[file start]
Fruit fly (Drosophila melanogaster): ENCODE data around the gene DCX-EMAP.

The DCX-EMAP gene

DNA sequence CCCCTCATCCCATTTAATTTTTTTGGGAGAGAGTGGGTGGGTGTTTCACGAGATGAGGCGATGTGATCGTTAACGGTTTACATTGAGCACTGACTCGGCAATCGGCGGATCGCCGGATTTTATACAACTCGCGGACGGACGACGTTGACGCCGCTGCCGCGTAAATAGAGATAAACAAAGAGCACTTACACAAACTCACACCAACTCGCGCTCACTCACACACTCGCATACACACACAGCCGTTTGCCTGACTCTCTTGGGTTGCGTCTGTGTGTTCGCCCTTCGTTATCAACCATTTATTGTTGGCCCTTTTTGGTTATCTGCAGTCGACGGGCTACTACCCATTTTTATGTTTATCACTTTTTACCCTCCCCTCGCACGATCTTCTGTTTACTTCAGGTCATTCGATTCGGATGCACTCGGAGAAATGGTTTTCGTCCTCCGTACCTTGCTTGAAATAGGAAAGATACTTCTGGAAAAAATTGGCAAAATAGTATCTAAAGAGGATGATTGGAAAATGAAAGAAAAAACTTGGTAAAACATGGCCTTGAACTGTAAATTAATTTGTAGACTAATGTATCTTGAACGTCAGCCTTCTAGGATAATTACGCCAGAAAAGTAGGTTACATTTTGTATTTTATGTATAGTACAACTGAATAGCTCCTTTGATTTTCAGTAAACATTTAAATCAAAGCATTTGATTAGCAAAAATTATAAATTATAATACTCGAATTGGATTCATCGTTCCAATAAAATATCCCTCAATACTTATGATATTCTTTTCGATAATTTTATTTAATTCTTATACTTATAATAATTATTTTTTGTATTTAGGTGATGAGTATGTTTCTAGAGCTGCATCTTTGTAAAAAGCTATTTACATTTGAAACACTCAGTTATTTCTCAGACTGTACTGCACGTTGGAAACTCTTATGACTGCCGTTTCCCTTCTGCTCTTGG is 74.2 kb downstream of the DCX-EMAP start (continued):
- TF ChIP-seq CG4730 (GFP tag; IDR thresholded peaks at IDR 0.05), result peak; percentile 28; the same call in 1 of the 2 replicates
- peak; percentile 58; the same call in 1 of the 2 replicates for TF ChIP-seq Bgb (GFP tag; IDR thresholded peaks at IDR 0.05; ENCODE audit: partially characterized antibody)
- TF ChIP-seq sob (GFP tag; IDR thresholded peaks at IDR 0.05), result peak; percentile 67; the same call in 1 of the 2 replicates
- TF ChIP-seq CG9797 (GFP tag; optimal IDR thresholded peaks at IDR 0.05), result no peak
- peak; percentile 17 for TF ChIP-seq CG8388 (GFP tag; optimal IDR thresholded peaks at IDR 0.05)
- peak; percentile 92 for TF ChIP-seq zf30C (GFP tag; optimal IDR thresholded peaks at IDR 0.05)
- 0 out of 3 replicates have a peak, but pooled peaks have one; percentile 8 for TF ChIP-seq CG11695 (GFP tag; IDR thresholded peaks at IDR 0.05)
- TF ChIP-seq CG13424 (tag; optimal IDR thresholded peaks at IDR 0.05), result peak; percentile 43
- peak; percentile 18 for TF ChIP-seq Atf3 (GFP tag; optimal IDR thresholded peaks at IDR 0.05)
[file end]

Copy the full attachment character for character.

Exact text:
Fruit fly (Drosophila melanogaster): ENCODE data around the gene DCX-EMAP.

The DCX-EMAP gene

DNA sequence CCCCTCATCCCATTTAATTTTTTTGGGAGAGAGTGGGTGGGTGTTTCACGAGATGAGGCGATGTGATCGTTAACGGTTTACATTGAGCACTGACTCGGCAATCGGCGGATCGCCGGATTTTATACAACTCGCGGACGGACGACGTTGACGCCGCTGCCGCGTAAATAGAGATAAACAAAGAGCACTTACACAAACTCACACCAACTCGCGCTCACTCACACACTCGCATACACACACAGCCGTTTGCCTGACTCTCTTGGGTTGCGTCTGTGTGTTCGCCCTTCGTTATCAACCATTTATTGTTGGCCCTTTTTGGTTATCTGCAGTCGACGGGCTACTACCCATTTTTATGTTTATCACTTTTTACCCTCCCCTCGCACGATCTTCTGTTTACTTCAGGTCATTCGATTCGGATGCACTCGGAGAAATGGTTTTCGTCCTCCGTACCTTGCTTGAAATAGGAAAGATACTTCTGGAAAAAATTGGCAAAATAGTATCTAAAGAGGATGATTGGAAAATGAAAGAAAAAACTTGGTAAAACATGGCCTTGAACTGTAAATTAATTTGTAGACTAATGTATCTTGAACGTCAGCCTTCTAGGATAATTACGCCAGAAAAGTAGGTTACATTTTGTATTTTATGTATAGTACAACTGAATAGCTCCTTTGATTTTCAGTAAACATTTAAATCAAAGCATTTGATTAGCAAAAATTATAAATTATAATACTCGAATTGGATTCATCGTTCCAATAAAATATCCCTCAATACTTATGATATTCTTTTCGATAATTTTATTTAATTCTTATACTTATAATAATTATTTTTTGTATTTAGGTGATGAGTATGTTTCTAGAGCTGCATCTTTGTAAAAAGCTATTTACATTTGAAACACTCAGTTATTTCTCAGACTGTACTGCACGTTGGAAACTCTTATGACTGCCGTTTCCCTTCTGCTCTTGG is 74.2 kb downstream of the DCX-EMAP start (continued):
- TF ChIP-seq CG4730 (GFP tag; IDR thresholded peaks at IDR 0.05), result peak; percentile 28; the same call in 1 of the 2 replicates
- peak; percentile 58; the same call in 1 of the 2 replicates for TF ChIP-seq Bgb (GFP tag; IDR thresholded peaks at IDR 0.05; ENCODE audit: partially characterized antibody)
- TF ChIP-seq sob (GFP tag; IDR thresholded peaks at IDR 0.05), result peak; percentile 67; the same call in 1 of the 2 replicates
- TF ChIP-seq CG9797 (GFP tag; optimal IDR thresholded peaks at IDR 0.05), result no peak
- peak; percentile 17 for TF ChIP-seq CG8388 (GFP tag; optimal IDR thresholded peaks at IDR 0.05)
- peak; percentile 92 for TF ChIP-seq zf30C (GFP tag; optimal IDR thresholded peaks at IDR 0.05)
- 0 out of 3 replicates have a peak, but pooled peaks have one; percentile 8 for TF ChIP-seq CG11695 (GFP tag; IDR thresholded peaks at IDR 0.05)
- TF ChIP-seq CG13424 (tag; optimal IDR thresholded peaks at IDR 0.05), result peak; percentile 43
- peak; percentile 18 for TF ChIP-seq Atf3 (GFP tag; optimal IDR thresholded peaks at IDR 0.05)